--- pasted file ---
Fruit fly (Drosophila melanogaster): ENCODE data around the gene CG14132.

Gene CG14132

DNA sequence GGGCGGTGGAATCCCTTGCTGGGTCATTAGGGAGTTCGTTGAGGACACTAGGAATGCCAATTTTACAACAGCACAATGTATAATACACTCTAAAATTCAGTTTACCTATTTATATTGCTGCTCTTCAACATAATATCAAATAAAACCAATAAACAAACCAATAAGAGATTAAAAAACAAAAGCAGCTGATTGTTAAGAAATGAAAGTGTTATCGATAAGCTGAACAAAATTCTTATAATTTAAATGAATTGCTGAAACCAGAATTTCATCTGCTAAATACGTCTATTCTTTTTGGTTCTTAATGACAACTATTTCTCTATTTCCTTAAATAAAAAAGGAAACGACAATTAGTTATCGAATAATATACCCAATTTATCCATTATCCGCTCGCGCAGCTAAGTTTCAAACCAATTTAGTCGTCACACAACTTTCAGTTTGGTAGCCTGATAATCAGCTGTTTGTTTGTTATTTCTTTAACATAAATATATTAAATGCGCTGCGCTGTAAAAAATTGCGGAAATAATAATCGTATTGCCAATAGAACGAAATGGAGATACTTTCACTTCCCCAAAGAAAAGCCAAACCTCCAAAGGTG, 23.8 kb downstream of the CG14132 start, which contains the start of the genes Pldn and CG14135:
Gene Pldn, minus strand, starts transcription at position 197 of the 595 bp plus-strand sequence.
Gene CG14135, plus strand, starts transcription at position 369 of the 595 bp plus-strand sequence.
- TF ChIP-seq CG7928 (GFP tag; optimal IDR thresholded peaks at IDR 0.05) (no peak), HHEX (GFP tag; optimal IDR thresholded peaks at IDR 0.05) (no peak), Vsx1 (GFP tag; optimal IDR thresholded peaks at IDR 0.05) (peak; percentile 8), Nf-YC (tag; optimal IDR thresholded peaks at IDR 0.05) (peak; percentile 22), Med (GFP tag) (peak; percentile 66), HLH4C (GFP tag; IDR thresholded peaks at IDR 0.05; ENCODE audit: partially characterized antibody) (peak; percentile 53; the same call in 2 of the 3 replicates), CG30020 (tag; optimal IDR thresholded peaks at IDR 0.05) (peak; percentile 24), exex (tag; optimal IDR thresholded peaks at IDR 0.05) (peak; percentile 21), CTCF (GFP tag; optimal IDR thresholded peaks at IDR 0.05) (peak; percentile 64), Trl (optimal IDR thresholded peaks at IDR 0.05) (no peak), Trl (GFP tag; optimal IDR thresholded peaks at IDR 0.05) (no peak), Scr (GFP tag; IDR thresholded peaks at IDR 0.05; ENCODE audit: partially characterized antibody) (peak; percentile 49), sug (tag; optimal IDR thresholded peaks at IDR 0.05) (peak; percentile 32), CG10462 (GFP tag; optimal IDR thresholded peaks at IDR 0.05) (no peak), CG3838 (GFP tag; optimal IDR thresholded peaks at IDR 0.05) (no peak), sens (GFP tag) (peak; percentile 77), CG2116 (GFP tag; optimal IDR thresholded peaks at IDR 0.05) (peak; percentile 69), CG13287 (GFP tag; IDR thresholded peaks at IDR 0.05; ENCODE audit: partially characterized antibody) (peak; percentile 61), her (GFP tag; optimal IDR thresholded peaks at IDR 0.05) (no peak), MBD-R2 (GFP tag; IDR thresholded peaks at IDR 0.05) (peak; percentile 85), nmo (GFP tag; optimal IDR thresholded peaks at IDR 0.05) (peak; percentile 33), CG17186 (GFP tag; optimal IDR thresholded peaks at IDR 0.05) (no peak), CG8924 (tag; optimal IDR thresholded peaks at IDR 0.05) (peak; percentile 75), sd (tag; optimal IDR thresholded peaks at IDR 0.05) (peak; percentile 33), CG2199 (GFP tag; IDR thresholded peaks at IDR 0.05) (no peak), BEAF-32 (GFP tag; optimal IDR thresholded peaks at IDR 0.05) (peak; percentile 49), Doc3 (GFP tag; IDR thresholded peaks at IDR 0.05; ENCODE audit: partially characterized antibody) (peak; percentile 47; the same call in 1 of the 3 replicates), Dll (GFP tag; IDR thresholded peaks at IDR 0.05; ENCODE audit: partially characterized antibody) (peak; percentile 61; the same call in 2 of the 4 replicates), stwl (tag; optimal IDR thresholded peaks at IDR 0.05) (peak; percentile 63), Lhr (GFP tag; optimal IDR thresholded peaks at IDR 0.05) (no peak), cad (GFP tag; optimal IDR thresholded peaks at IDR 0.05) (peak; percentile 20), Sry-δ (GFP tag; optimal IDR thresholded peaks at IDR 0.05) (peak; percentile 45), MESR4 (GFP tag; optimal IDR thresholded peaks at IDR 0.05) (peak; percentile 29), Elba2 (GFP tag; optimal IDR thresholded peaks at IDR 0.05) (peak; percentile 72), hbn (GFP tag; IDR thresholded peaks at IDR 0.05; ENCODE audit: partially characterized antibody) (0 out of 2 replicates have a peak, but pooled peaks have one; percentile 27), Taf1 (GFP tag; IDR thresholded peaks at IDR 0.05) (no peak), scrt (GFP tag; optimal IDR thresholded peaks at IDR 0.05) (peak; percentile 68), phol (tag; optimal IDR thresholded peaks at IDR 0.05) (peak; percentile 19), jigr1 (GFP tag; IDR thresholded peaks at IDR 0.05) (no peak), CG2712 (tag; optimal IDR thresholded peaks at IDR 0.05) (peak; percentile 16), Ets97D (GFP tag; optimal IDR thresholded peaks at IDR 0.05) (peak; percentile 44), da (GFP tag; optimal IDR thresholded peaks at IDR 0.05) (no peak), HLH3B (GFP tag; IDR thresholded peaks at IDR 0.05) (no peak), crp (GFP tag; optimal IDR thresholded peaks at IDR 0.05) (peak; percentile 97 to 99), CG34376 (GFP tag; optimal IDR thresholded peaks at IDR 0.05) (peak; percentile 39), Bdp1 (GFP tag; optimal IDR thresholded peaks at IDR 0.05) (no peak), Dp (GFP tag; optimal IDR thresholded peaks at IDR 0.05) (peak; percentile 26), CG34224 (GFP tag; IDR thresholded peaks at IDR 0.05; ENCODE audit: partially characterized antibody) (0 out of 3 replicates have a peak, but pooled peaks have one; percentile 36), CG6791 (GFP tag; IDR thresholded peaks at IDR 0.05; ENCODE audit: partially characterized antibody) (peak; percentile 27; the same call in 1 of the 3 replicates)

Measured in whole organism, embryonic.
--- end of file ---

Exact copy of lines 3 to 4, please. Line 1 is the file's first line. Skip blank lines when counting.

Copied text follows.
DNA sequence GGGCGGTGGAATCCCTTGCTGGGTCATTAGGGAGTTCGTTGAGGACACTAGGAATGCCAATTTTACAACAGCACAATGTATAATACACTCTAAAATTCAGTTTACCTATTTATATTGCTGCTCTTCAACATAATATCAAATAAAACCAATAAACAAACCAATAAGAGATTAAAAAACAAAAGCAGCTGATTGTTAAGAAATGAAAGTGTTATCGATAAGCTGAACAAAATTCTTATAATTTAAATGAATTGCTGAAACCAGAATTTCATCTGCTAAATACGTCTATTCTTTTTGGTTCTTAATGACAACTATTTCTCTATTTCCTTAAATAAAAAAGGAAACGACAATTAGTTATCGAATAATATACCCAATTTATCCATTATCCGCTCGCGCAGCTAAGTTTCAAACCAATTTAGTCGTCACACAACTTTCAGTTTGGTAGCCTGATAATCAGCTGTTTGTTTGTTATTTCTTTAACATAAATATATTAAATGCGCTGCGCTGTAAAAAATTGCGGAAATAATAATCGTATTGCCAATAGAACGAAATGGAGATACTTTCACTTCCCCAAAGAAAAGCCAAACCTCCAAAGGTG, 23.8 kb downstream of the CG14132 start, which contains the start of the genes Pldn and CG14135:
Gene Pldn, minus strand, starts transcription at position 197 of the 595 bp plus-strand sequence.